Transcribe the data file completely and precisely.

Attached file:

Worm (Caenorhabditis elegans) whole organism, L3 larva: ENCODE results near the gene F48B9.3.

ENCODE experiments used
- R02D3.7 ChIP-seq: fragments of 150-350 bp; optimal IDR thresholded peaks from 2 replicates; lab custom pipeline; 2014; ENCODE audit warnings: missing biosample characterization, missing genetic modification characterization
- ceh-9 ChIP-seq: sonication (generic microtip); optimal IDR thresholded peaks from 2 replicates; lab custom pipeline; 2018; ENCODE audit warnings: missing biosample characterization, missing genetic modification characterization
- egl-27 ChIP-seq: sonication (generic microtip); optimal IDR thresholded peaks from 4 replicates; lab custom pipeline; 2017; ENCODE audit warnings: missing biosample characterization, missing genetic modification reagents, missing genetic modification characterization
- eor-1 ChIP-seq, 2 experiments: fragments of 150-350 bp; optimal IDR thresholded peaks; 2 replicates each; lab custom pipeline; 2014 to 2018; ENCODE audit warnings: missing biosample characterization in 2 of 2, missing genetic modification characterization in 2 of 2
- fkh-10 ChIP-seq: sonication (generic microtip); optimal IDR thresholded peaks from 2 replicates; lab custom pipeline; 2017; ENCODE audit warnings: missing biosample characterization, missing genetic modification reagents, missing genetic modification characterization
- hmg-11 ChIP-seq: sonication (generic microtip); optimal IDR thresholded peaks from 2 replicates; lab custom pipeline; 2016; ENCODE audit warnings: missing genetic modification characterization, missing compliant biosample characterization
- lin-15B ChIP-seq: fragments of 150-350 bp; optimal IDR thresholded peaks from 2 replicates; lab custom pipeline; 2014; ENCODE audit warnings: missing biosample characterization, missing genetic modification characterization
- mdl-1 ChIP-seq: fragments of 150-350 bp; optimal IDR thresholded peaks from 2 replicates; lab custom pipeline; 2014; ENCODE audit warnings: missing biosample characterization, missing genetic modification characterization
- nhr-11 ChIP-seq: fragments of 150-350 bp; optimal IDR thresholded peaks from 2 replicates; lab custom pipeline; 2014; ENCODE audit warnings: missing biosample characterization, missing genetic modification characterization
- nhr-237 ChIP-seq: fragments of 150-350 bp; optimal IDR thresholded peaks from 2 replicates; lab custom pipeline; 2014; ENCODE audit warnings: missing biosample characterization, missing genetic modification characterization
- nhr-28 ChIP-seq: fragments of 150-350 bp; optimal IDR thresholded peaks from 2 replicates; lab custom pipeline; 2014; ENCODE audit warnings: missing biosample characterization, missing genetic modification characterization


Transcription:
Worm (Caenorhabditis elegans) whole organism, L3 larva: ENCODE results near the gene F48B9.3.

ENCODE experiments used
- R02D3.7 ChIP-seq: fragments of 150-350 bp; optimal IDR thresholded peaks from 2 replicates; lab custom pipeline; 2014; ENCODE audit warnings: missing biosample characterization, missing genetic modification characterization
- ceh-9 ChIP-seq: sonication (generic microtip); optimal IDR thresholded peaks from 2 replicates; lab custom pipeline; 2018; ENCODE audit warnings: missing biosample characterization, missing genetic modification characterization
- egl-27 ChIP-seq: sonication (generic microtip); optimal IDR thresholded peaks from 4 replicates; lab custom pipeline; 2017; ENCODE audit warnings: missing biosample characterization, missing genetic modification reagents, missing genetic modification characterization
- eor-1 ChIP-seq, 2 experiments: fragments of 150-350 bp; optimal IDR thresholded peaks; 2 replicates each; lab custom pipeline; 2014 to 2018; ENCODE audit warnings: missing biosample characterization in 2 of 2, missing genetic modification characterization in 2 of 2
- fkh-10 ChIP-seq: sonication (generic microtip); optimal IDR thresholded peaks from 2 replicates; lab custom pipeline; 2017; ENCODE audit warnings: missing biosample characterization, missing genetic modification reagents, missing genetic modification characterization
- hmg-11 ChIP-seq: sonication (generic microtip); optimal IDR thresholded peaks from 2 replicates; lab custom pipeline; 2016; ENCODE audit warnings: missing genetic modification characterization, missing compliant biosample characterization
- lin-15B ChIP-seq: fragments of 150-350 bp; optimal IDR thresholded peaks from 2 replicates; lab custom pipeline; 2014; ENCODE audit warnings: missing biosample characterization, missing genetic modification characterization
- mdl-1 ChIP-seq: fragments of 150-350 bp; optimal IDR thresholded peaks from 2 replicates; lab custom pipeline; 2014; ENCODE audit warnings: missing biosample characterization, missing genetic modification characterization
- nhr-11 ChIP-seq: fragments of 150-350 bp; optimal IDR thresholded peaks from 2 replicates; lab custom pipeline; 2014; ENCODE audit warnings: missing biosample characterization, missing genetic modification characterization
- nhr-237 ChIP-seq: fragments of 150-350 bp; optimal IDR thresholded peaks from 2 replicates; lab custom pipeline; 2014; ENCODE audit warnings: missing biosample characterization, missing genetic modification characterization
- nhr-28 ChIP-seq: fragments of 150-350 bp; optimal IDR thresholded peaks from 2 replicates; lab custom pipeline; 2014; ENCODE audit warnings: missing biosample characterization, missing genetic modification characterization